This year on NPR, we're exploring 50 great voices, singers whove made their mark in many styles of music across the decades. Today, we're going to hear about Umm Kulthum, from Egypt. She has been dead for over 30 years, but she's still one of the Arab world's biggest stars.

NPR's Neda Ulaby has a report complete with a little lesson in Arabic.

NEDA ULABY: I did not really understand Umm Kulthum's mystique. I grew up in the U.S., so I asked my dad to explain. Ulaby is a Syrian name and my dad, Fawwaz, has this story's first vocabulary lesson. It's "Inta Omri," the name of Umm Kulthum's signature song. My dad says Umm Kulthum was a soundtrack to his youth in the Middle East.

Mr. FAWWAZ ULABY: Her voice was everywhere. It was like she was ubiquitous.

ULABY: What was it about her voice?

Mr. ULABY: It's hard to describe. The words penetrate into your ears, into your psyche, into your brain when you're listening to her saying things like inta omri, which means you are my life, you are my world.

(Soundbite of song, "Inta Omri")

Ms. UMM KULTHUM (Singer): (Singing in foreign language)

Mr. ULABY: There was such passion, such total devotion.

(Soundbite of song, "Inta Omri")

Ms. KULTHUM: (Singing in foreign language)

Dr. VIRGINIA DANIELSON (Curator, Harvard University Archive of World Music): She has a very powerful voice with a lot of nasal resonance, and this is all good.

ULABY: Ethnomusicologist Virginia Danielson is a renowned expert on Umm Kulthum. But at first, she did not understand what cued those cheers of approval during Umm Kulthum's songs. She learned the audience responded whenever the singer closed the gap between poetry and emotion.

More vocabulary here: When Umm Kulthum sings the words, I'm afraid your heart belongs to somebody else, she completely nails the way that anguish should sound.

Dr. DANIELSON: And the way she treats the word somebody else, which is inse'en, is just heartrending.

(Soundbite of song, "Inta Omri")

Ms. KULTHUM: (Singing in foreign language)

Dr. DANIELSON: And you can hear the feeling of the poem come through in the way that she sings it.

(Soundbite of song, "Inta Omri")

Ms. KULTHUM: (Singing in foreign language)

ULABY: It's often occurred to me that you never see Arabs smiling when you watch TV in the U.S. But in videos of Umm Kulthum in concert, her entire audience is wreathed in grins. Literally, people cannot contain their pleasure.

(Soundbite of cheering and applause)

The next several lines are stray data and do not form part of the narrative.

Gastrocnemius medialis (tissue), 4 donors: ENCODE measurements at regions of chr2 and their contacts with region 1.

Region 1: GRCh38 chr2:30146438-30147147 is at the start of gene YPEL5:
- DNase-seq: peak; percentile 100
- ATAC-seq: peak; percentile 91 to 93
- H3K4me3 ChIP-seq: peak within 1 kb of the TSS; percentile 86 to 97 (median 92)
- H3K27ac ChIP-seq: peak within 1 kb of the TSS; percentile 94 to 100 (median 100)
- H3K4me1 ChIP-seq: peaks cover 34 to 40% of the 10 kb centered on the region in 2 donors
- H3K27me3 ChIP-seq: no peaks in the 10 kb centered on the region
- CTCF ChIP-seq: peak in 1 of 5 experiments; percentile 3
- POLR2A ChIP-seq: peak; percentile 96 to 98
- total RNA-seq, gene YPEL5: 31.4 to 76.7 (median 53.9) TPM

ULABY: Umm Kulthum's legendary concerts were broadcast live from Cairo on the first Thursday of each month, from the 1930s to the early 1970s. The Arab world's buzz and bustle stopped, from Medina to Marrakesh, from Jeddah to Jerusalem. Shops closed; families gathered to listen for four, five, even six hours of rapture.

(Soundbite of music)

Ms. KULTHUM: (Singing in foreign language)

ULABY: Umm Kulthum was drenched in religious music as a child. Her father was a village cleric. They sang together at weddings and funerals. When Umm Kulthum went to Cairo as a young woman, people laughed at her cheap clothes and country manners. They whispered she did not know how to use a knife or fork.

But Umm Kulthum smartly crafted an image that played on the romance of being from the land. She began studying classical poetry and music. And she copied the wealthy Muslim women who were becoming her fans. Umm Kulthum was never beautiful, but she ripened into a sophisticated star.

Ms. SUHEIR HAMMAD (Poet, Political Activist): She was the original diva for us.

ULABY: Suheir Hammad is a Palestinian-American poet, and a disciple of Umm Kulthum's ability to juice lines and embellish language. She says Umm Kulthum's songs were usually not really religious, but they all reflected a childhood spent praising God.

Ms. HAMMAD: There's something about the fact that even when she's not saying Allah, she has said it so many times in her life that everything is inflected with the notion of Allah of the most high.

(Soundbite of music)

Ms. KULTHUM: (Singing in foreign language)

Ms. HAMMAD: It's like Sam Cooke's music for me, something about church and fellowship and Juma, Friday prayer.

ULABY: It's fair to liken Umm Kulthum's music to the blues in the way she blended together Quranic recitation, classical love poems and folk songs.

Here's your last vocabulary word: It's tarab, a unique quality of Arab music, explained by ethnomusicologist Virginia Danielson.

Dr. DANIELSON: It translates best to the word enchantment, but what it refers to is the experience of really being carried away by music.

(Soundbite of music)

Ms. KULTHUM: (Singing in foreign language)

Dr. DANIELSON: People would tell preposterous stories about getting up and leaving the house and not knowing where they were going, and just all kinds of experiences of completely forgetting your troubles, completely being outside yourself, having been transported by the experience.

ULABY: At a moment when the Arab world was buffeted by modernity - the aftershocks of 19th century colonialism, corrupt leaders and the new Israeli state - Umm Kulthum's voice was a lodestar. Part of tarab is the idea that listeners are as crucial as musicians. And Umm Kulthum and her audience together created something sweet and whole.

Neda Ulaby, NPR News.

(Soundbite of music)

Ms. KULTHUM: (Singing in foreign language)

WERTHEIMER: You can see video of Umm Kulthum singing, and guess who will be the next voice in our series, at

It's MORNING EDITION from NPR News. Im Linda Wertheimer.


And Im Renee Montagne.

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